If you’re using meditation to help performance anxiety (or any other kind of social anxiety, for that matter ), you need to read this.
You’re almost certainly doing it wrong.
Consider the following assertions:
- Eliminating your anxiety is not necessary to solve your real problem.
- Eliminating your anxiety is not possible.
- Your real problem is not anxiety.
- Meditation was never invented for the purpose of eliminating anxiety.
- Most people who meditate are doing it in order to eliminate anxiety.
- Most people are misunderstanding what meditation can do.
- Meditation can do something much more interesting and useful than eliminating your anxiety.
I just threw a lot of stuff at you. You might want to argue with it.
You can argue. It’s fine.
But, I will not argue back, because this isn’t a matter of argument.
Arguing is good when you’re trying to arrive at the correct solution, or when you’re trying to tease out logical fallacies.
This, however, is not about logic. It’s about helping you with the issue you have. Even if you’re logically correct, if you still have the issue…you’ve got nothing.
On the other hand, if you get rid of the issue, but you’re logically incorrect…at least you don’t have the issue anymore.
So, what’s more important to you: being logically correct, or getting help for your issue?
But, I want to be logically correct!
This is a serious concern, and I relate to it. I hate being logically incorrect. I’ve also spent too much time suffering because I was unwilling to let go of my need for logical correctness.
I’m not asking you to abandon logical correctness altogether and sign on to whatever bullshit I might throw in your direction.
I’m only asking you to exercise the skill of suspending judgment while you wait to experience the effects of whatever the thing is.
You can bound it by time, if you wish. For example, try reading what I’m writing without arguing with it. Just make one pass through without arguing. You’re free to argue after that. But at least know what it feels like to read without arguing.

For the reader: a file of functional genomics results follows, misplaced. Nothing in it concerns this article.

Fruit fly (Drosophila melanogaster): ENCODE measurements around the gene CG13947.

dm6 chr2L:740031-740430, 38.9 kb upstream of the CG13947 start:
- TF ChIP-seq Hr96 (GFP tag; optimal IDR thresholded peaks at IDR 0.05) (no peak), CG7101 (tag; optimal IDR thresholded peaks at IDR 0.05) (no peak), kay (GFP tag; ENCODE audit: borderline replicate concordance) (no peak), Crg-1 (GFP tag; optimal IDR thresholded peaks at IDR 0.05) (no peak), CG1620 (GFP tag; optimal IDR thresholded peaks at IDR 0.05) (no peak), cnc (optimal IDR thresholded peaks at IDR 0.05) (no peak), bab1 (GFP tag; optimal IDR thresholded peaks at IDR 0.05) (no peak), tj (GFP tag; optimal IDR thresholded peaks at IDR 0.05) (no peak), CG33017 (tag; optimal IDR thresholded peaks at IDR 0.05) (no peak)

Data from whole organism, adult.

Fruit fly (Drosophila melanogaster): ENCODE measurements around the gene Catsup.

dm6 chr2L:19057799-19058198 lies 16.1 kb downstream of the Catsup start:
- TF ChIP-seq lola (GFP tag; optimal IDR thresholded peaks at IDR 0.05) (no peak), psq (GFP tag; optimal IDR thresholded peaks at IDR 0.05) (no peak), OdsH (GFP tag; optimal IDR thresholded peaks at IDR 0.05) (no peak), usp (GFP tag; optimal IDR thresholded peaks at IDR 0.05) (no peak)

Once you’ve practiced both (reading with arguing, and reading without arguing), you will then have more freedom in the future to use whichever seems most appropriate in any given context.
Does that sound logical to you?
If not, take some time right now to argue with it.
Your real problem is NOT anxiety
I’m going to speak in a confrontational manner.
It’s a technique. You don’t have to take it seriously. Just let the words wash over you.
OK, here it is:
The reason you think you have an anxiety problem is only because other people told you that you do. It’s not because you actually perceive an anxiety problem.
Are you willing to question the existence of an anxiety problem? To go back to first principles and follow the truth wherever it leads?
Please don’t agree with me “just because”. Your personal experience should always be the ultimate metric of what’s right for you (and if your personal experience tells you to go with science, you should go with science).
Everything I say is only intended to provoke experiences that will teach you new things. You should always be the one to decide what to do with that information.
(This is another great opportunity to read without arguing. Just let the words wash over you. Like when you walk to the store, you don’t stop and pay attention to every little thing you pass. You fix your attention on the path from here to the store, and go along for the ride.)
Again, you don’t have an anxiety problem
The fact that you think you have an anxiety problem is making things worse for you.
Instead of focusing on your anxiety, focus on what the anxiety is stopping you from doing.